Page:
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Jesus' Message: You Are Family

You Aren't What You Have: a Reflection on Psalm 126 and John 1:6-8, 19-28

This is The Third Sunday of Advent and we light the Joy Candle. Last week, The Second Sunday of Advent, the Peace Candle was lit. Two weeks ago, The First Sunday of Advent, the Hope Candle was lit. Today, the Joy Candle represents the experience in life we have because of the hope and peace that Jesus brings into the world, then and now.

The story of Advent gathers you into God’s family, defines you as a family member and enlightens you. Believing the life, light and truth offered in Jesus is critical for living as one who is beloved of God.

In the 19th century Charles Bradlaugh, a prominent atheist, challenged a Christian man to debate the validity of the claims of Christianity. The Christian was Hugh Price Hughes, an active soul-winner who worked among the poor in the slums of London. Hughes told Bradlaugh he would agree to the debate on one condition. Hughes said, “I propose to you that we each bring some concrete evidences of the validity of our beliefs in the form of men and women who have been redeemed from the lives of sin and shame by the influence of our teaching. I will bring 100 such men and women, and I challenge you to do the same.” Hughes then said that if Bradlaugh couldn’t bring 100, then he could bring 20. He finally whittled the number down to one. All Bradlaugh had to do was to find one person whose life was improved by atheism, and Hughes—who would bring 100 people improved by Christ—would agree to debate him. Bradlaugh withdrew![1]

In this regard, Bobby Schuller, the pastor of Shepherd’s Grove Presbyterian Church in Irvine wrote Creed of the Beloved: “I’m not what I do. I’m not what I have. I’m not what people say about me. I am the beloved of God. It’s who I am. No one can take it from me. I don’t have to worry. I don’t have to hurry. I can trust my friend Jesus and share his love with the world.”[2] You are beloved by God. You aren’t what you have. Herein lies the reality of joy.

Psalm 126 and John 1:6-8, 19-28 announce that agony and ecstasy belong together.

Psalm 126 proclaims that hurt cannot be separated from hope, pain cannot be separated from peace and weeping cannot be separated from joy. Psalm 126:5 reads, “May those who sow in tears reap with shouts of joy.”

John 1:6-8, 19-28 reminds us that our relationship with Jesus must continue to grow. There is nothing static in our relationship with God. The dynamic of growth always juxtaposes life with death, light with darkness, and truth with falsehood. All things were created in and through Jesus. With that said, Jesus is life confronting the areas of death in our lives. Jesus is light exposing the darkness in our lives. Jesus is truth convicting us of the falsehoods in our lives. John 1:1, 3, 6-7 read, “In the beginning was the Word, and the Word was God…All things came into being through him, and without him not one thing came into being...There was a man sent from God whose name was John. He came as a witness to testify to the light, so that all might believe through him.”[3]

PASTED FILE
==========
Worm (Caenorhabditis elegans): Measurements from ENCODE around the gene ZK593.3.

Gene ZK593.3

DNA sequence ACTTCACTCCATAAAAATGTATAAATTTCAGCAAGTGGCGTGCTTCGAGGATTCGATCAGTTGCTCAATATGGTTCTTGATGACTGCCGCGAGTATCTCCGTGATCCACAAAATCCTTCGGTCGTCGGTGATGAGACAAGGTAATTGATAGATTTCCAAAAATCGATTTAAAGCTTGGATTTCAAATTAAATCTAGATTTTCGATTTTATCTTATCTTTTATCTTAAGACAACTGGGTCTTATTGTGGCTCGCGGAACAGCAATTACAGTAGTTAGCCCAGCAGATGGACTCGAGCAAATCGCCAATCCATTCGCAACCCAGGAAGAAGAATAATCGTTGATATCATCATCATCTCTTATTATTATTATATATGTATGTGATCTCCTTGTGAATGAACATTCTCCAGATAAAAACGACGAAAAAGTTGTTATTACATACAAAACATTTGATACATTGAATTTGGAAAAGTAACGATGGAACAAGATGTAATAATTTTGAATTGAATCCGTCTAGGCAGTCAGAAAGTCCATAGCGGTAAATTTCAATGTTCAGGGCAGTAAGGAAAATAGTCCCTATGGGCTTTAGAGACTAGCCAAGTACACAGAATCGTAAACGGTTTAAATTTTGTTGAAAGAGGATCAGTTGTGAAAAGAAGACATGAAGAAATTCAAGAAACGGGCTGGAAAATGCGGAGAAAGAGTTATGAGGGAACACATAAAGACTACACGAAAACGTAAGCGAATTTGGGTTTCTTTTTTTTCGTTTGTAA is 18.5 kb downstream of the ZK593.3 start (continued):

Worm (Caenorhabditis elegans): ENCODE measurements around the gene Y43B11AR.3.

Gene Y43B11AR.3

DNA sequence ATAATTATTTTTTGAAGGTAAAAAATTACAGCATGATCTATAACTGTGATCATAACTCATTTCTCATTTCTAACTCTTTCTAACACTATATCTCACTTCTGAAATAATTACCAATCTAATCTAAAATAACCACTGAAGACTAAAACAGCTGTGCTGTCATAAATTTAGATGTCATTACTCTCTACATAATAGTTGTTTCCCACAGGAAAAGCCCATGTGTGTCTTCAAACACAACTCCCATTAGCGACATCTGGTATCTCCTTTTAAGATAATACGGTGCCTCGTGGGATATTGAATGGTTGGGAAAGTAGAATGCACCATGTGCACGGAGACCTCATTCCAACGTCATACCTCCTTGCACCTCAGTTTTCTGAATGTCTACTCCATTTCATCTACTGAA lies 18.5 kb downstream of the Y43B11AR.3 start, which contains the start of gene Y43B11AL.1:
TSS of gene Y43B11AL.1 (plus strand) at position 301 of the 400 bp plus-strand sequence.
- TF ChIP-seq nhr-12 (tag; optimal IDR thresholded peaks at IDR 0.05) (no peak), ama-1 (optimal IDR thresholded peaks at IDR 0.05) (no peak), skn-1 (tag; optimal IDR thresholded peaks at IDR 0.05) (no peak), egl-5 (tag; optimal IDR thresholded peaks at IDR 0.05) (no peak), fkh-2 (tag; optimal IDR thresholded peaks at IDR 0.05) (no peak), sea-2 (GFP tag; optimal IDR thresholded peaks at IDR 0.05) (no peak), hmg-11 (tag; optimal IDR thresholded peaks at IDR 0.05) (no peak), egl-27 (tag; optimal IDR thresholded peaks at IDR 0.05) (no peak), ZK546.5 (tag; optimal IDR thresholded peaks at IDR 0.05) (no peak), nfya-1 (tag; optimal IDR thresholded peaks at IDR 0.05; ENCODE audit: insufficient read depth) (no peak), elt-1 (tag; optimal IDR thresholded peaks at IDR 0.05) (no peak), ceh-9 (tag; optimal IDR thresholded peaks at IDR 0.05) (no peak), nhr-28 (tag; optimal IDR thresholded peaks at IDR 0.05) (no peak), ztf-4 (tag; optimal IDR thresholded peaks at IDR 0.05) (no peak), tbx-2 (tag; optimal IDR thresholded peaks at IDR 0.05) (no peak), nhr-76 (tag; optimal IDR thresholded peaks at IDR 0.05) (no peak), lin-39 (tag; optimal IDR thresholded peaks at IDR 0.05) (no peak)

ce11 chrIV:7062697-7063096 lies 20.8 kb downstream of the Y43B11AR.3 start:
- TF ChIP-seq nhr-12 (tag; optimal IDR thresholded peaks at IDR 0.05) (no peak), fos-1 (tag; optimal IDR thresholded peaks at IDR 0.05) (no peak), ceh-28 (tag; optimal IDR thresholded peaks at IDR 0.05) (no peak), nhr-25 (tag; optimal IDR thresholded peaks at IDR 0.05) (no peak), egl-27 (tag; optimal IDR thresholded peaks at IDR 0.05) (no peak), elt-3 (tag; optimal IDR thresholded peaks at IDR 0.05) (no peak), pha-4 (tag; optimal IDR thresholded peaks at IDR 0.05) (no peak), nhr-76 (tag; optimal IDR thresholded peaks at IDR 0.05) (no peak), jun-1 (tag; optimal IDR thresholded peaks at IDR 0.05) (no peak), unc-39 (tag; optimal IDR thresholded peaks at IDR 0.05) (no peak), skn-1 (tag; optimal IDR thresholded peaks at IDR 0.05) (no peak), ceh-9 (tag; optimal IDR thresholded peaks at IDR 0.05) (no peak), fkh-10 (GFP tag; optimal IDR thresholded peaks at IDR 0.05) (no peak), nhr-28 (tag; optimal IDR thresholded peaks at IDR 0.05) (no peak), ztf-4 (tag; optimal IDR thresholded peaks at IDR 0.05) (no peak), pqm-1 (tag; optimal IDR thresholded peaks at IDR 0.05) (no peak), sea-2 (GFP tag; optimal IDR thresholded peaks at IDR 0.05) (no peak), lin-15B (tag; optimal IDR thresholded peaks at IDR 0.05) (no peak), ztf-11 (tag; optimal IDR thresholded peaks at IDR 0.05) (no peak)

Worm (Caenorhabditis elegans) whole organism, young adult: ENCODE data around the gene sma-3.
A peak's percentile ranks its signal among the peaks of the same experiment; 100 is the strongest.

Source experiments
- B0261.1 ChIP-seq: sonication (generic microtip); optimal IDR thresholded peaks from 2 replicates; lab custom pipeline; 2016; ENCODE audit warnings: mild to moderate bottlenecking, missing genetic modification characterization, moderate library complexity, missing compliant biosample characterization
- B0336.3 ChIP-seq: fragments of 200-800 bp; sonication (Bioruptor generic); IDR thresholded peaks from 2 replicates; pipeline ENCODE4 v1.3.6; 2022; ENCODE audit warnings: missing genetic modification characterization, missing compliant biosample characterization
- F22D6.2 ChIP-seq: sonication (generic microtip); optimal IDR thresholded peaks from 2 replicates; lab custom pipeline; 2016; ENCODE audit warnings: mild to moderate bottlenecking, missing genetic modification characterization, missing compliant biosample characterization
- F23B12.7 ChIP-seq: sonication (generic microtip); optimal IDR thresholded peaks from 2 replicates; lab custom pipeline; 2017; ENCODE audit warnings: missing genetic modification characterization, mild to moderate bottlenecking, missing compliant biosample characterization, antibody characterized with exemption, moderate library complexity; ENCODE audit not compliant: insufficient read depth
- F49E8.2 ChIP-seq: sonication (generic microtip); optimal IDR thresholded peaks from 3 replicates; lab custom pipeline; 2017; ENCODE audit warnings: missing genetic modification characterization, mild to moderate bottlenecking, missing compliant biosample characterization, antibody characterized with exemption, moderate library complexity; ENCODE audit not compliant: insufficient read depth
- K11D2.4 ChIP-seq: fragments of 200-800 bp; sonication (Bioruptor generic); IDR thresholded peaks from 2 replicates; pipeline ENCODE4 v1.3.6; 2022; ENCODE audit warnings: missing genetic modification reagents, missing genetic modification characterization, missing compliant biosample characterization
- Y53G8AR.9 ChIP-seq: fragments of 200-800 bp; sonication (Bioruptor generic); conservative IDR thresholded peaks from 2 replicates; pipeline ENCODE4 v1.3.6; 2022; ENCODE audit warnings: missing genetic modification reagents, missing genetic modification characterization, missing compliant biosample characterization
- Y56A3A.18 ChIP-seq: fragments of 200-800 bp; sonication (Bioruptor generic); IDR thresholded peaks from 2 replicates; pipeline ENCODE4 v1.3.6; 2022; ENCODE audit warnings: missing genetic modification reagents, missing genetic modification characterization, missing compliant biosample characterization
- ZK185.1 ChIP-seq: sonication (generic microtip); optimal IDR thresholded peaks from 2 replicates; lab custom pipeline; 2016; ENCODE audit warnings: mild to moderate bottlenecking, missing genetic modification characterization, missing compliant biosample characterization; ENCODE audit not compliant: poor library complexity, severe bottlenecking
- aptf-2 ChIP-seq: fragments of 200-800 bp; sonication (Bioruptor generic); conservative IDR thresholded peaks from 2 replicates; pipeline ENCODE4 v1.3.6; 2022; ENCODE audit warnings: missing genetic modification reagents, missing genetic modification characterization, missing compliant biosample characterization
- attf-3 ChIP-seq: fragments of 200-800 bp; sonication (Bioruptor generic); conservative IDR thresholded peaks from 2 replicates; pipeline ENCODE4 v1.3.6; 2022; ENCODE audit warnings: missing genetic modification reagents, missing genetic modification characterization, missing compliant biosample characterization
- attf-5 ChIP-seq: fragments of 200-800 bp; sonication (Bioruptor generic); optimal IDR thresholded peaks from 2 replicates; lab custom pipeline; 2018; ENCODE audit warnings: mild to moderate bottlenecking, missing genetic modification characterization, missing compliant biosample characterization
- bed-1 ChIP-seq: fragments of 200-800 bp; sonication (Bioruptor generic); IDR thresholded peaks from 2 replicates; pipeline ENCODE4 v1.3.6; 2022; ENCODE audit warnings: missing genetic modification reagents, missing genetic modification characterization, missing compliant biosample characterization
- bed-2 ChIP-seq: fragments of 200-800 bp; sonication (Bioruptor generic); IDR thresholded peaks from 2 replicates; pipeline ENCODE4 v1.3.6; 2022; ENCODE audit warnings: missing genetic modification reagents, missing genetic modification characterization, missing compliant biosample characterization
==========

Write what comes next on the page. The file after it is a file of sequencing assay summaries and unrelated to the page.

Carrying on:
All things continue to be created in and through Jesus. And Jesus does so through the words and deeds of those who love him. Jesus’ message of hope, peace and joy opposes the church’s captivity to the consumerist agenda that favors happy thought, feel good themes of God and life as a believer. The non-believer, however, is like a judge, weighing credible testimony of the witnesses to the hope, peace and joy they find in Jesus. The joy Jesus promises is the outgrowth of the acted upon promises of hope and peace which transforms the hurt, pain and weeping of real life.

On this Third Sunday of Advent, we lit the Hope, Peace and Joy Candles on the Advent wreath, lifting up the Joy Candle. You aren’t what you have. You are who has you. You are a child of God. God has claimed you as God’s own. You are beloved. Jesus gathers you into the family, defines you as a family member and enlightens you. Again, Bobby Schuller writes, “You are God’s treasure. You are not what you have. Much of life is a journey of letting go. Jobs will come and go. Money will come and go. Opportunity missed or seized will come and go. But in the end you belong to him [God]. In the end that will be all that matters.”[4] Gratitude for being God’s beloved assists you in navigating the hurt, pain and weeping of life. Joy is the outcome of acting upon Jesus’ promises of hope and peace. Seize your belovedness. Act with hope, peace and joy. Love others. Show others their belovedness. Be grateful for the intersecting and transforming power of hurt and hope, pain and peace and weeping and joy.

[1]Submitted by Jeff Allen to The citation is found in D. James Kennedy and Jerry Newcombe, What If Jesus Had Never Been Born? (Thomas Nelson, 1997), 189. [2]Bobby Schuller, You Are Beloved (Nashville, Tennessee: Nelson Books, 2018), 16. [3]In the three paragraphs of textual analysis above, I have benefited from the thinking of J. Clinton McCann Jr., F. Scott Spencer and Andrew Foster Connors in Joel B. Green, Thomas G. Long, Luke A. Powery, Cynthia L. Rigby and Carolyn J. Sharp, editors, Connections, Year B, Volume 1 (Louisville, Kentucky: Westminster John Knox Press, 2020), 39-41, 46-48, 48-50. [4]Bobby Schuller, You Are Beloved, 80.

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